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Dow Jones Stock Market 2018

Discussions about the economic and financial ramifications of PEAK OIL

Re: +21000 on the Dow

Unread postby GHung » Mon 05 Feb 2018, 18:19:08

Outcast_Searcher wrote:
GHung wrote:Blah, blah, blah

If you ever said anything worthwhile instead of ad-homming like a child, I'd be surprised.

You don't seem to know a damn thing about anything -- certainly not about me.


I know enough to consider all sides of an argument, and you're the king of ad-hom posting. Say thanks. As for knowing anything about you, I can tell a lot just from your regular ad-hom attacks on anyone you disagree with (should I provide a very long list?).

In your case, it's all I care to know.

Now go call me a doomer yet one more time. I've counted about a dozen so far. The next will be just as empty as the first.

BTW: You asked for data/evidence on another thread and ignored it when called on your BS. One more time - Do you really think $trillions of economic stimulus had nothing to do with supporting oil consumption at higher prices? Seems when I ask a logical question in regards to your claims, YOU CUT AND RUN. Then accuse me of not "knowing a damn thing about anything".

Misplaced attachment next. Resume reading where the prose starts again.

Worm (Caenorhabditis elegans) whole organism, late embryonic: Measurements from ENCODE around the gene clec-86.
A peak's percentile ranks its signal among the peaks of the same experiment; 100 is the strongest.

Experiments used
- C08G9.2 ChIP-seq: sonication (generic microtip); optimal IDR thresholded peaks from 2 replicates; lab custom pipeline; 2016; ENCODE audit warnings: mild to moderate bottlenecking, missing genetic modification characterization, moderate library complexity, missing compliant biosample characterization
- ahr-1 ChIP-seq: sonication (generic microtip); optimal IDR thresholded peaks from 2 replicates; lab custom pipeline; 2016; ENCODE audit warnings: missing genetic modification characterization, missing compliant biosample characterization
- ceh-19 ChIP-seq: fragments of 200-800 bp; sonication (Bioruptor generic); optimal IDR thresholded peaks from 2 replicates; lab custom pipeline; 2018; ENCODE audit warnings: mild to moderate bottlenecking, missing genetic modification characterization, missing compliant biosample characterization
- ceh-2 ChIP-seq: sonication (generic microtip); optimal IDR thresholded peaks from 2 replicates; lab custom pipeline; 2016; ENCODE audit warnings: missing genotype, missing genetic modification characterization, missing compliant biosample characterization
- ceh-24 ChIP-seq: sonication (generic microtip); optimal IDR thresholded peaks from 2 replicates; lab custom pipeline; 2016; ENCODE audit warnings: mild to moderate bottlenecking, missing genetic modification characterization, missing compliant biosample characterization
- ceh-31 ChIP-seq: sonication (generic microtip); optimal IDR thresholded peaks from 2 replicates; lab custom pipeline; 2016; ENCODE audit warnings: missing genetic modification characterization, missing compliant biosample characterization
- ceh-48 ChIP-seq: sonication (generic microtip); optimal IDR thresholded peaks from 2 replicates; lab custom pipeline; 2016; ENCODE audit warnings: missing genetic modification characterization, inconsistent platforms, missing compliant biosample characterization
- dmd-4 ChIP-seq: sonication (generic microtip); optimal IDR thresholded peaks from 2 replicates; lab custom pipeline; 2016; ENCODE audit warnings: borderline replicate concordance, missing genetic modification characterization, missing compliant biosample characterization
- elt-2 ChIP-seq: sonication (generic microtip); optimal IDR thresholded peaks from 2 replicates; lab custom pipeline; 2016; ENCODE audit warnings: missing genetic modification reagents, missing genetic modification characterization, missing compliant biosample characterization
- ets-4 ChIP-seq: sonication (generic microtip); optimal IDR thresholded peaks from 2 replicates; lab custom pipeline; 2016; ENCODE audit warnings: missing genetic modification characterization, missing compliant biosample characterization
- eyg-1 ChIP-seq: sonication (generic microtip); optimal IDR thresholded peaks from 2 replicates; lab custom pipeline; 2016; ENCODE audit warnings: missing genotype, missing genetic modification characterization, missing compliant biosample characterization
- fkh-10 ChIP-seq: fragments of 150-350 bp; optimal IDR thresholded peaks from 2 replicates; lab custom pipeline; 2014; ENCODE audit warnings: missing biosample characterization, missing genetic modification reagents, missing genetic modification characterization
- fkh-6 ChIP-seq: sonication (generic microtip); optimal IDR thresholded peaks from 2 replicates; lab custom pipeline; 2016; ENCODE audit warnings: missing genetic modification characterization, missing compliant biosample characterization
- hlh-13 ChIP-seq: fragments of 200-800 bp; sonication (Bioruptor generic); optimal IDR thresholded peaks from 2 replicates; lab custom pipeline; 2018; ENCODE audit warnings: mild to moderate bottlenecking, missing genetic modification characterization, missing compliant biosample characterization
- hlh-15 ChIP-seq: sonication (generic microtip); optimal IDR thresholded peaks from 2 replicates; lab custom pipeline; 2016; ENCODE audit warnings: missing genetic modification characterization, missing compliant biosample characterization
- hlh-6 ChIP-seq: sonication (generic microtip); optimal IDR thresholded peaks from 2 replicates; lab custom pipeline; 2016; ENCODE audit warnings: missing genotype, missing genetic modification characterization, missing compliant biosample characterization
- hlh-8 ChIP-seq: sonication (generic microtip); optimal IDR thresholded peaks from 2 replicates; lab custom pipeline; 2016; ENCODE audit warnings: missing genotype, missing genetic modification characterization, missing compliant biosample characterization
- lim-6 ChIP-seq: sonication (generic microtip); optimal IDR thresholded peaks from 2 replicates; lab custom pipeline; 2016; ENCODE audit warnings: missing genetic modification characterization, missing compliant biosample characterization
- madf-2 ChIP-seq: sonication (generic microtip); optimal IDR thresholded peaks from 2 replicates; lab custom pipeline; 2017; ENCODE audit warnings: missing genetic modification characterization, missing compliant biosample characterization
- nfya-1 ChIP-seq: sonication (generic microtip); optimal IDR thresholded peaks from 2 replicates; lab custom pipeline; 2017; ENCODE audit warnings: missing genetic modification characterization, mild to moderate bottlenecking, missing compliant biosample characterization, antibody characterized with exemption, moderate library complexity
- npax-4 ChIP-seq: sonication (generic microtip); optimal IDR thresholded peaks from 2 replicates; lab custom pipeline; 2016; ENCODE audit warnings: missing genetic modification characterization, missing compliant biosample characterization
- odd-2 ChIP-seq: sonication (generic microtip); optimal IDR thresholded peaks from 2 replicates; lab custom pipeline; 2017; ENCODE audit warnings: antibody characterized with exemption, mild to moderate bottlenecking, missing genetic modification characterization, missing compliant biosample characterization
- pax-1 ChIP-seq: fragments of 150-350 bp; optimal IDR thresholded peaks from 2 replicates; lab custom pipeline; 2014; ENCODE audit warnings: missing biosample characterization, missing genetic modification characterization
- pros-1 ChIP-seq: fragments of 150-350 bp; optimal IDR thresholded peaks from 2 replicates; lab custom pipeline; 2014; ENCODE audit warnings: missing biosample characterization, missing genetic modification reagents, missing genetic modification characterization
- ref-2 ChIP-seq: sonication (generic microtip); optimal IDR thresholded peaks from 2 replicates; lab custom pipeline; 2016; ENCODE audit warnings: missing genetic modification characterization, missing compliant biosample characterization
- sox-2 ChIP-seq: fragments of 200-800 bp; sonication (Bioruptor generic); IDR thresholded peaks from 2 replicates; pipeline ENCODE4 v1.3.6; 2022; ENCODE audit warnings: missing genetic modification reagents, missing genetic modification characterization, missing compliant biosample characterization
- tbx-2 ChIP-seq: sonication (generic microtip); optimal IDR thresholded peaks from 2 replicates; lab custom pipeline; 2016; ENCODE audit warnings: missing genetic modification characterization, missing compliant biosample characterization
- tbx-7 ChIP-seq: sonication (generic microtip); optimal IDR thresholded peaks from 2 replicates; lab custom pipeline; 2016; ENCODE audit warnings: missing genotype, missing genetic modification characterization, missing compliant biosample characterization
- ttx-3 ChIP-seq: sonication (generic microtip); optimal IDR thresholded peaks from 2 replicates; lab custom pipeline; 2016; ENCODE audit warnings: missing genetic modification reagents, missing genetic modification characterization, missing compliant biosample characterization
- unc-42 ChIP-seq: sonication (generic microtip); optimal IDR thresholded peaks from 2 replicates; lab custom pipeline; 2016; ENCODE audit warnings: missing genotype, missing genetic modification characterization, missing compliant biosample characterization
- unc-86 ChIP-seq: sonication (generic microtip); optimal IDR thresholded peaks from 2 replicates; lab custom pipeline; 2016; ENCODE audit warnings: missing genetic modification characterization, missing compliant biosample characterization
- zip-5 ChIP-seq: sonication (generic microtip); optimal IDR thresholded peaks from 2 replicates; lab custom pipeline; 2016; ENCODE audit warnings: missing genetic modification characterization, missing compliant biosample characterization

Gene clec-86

Yet again: Do you really think $trillions of economic stimulus had nothing at all to do with maintaining oil consumption at higher prices, and other levels of consumption for that matter? Since you accused me of being a "doomer" (again) because I mentioned debt, I assume you can't give an honest answer.
Last edited by GHung on Mon 05 Feb 2018, 18:35:38, edited 1 time in total.
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Re: +21000 on the Dow

Unread postby GHung » Mon 05 Feb 2018, 18:34:18

Cog wrote:
onlooker wrote:When interest rates are set to rise, I would run for the exit.


You mean like the FED three rates rises we had in 2017 and the market went up 6000 points? Is that the rise you were referring to. LOL


You call those interest rate increases? I call that chicken shit. Sort of like giving someone 25 cents more an hour and calling it a raise. Interest rates averaged 5.75% from 1971-2017.

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Matters little to me since I don't do usury. Besides, when the Feds let Equifax off the hook (as they did today) for losing virtually ALL of our important info, I lock that bad boy down. Hard to think that some of us can do just fine without contributing to their debt schemes, eh? Meanwhile, I pull a Trump and sue.
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Re: +21000 on the Dow

Unread postby rockdoc123 » Mon 05 Feb 2018, 18:57:17

Good buying opportunity was offered today and I took it.


agree, some seriously strong companies out there such as Raytheon and Lockheed Martin which took a 4.5% haircut today. This after a very long climb as a product of good corporate performance.